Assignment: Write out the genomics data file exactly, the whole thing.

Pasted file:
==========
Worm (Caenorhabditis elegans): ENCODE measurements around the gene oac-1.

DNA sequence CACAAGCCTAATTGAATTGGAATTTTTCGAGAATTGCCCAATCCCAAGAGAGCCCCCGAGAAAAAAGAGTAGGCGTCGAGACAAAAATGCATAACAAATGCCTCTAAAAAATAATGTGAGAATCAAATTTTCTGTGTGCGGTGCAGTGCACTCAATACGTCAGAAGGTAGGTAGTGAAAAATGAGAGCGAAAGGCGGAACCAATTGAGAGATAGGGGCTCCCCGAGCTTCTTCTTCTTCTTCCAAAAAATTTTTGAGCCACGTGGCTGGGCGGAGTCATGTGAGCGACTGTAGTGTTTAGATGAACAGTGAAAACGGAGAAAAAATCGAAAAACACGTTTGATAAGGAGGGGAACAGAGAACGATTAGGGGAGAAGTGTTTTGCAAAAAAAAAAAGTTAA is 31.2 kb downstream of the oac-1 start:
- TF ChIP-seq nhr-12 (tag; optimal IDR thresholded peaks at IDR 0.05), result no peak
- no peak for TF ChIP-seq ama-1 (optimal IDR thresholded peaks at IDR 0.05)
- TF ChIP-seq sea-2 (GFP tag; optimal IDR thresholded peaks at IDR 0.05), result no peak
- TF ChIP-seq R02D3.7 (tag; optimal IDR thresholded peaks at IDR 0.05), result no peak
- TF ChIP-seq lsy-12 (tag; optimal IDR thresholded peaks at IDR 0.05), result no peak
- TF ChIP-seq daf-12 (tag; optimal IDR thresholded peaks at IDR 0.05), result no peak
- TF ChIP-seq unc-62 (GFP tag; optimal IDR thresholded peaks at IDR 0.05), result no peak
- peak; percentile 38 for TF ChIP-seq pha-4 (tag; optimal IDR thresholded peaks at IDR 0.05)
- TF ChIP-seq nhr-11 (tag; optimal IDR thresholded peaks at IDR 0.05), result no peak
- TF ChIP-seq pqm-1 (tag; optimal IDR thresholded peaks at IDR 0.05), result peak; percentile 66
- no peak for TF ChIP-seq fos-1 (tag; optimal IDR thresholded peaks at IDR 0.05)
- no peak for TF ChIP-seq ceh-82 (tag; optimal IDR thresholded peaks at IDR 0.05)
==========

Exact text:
Worm (Caenorhabditis elegans): ENCODE measurements around the gene oac-1.

DNA sequence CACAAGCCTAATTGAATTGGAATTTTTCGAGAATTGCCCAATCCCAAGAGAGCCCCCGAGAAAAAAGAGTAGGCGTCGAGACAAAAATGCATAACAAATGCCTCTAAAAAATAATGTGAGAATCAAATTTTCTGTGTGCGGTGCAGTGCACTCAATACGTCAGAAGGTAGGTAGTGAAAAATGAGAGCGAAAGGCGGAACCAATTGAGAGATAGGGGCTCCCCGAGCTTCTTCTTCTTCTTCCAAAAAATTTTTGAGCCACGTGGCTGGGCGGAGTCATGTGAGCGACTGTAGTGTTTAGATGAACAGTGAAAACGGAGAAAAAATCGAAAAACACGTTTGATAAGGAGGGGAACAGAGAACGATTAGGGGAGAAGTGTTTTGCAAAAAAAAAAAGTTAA is 31.2 kb downstream of the oac-1 start:
- TF ChIP-seq nhr-12 (tag; optimal IDR thresholded peaks at IDR 0.05), result no peak
- no peak for TF ChIP-seq ama-1 (optimal IDR thresholded peaks at IDR 0.05)
- TF ChIP-seq sea-2 (GFP tag; optimal IDR thresholded peaks at IDR 0.05), result no peak
- TF ChIP-seq R02D3.7 (tag; optimal IDR thresholded peaks at IDR 0.05), result no peak
- TF ChIP-seq lsy-12 (tag; optimal IDR thresholded peaks at IDR 0.05), result no peak
- TF ChIP-seq daf-12 (tag; optimal IDR thresholded peaks at IDR 0.05), result no peak
- TF ChIP-seq unc-62 (GFP tag; optimal IDR thresholded peaks at IDR 0.05), result no peak
- peak; percentile 38 for TF ChIP-seq pha-4 (tag; optimal IDR thresholded peaks at IDR 0.05)
- TF ChIP-seq nhr-11 (tag; optimal IDR thresholded peaks at IDR 0.05), result no peak
- TF ChIP-seq pqm-1 (tag; optimal IDR thresholded peaks at IDR 0.05), result peak; percentile 66
- no peak for TF ChIP-seq fos-1 (tag; optimal IDR thresholded peaks at IDR 0.05)
- no peak for TF ChIP-seq ceh-82 (tag; optimal IDR thresholded peaks at IDR 0.05)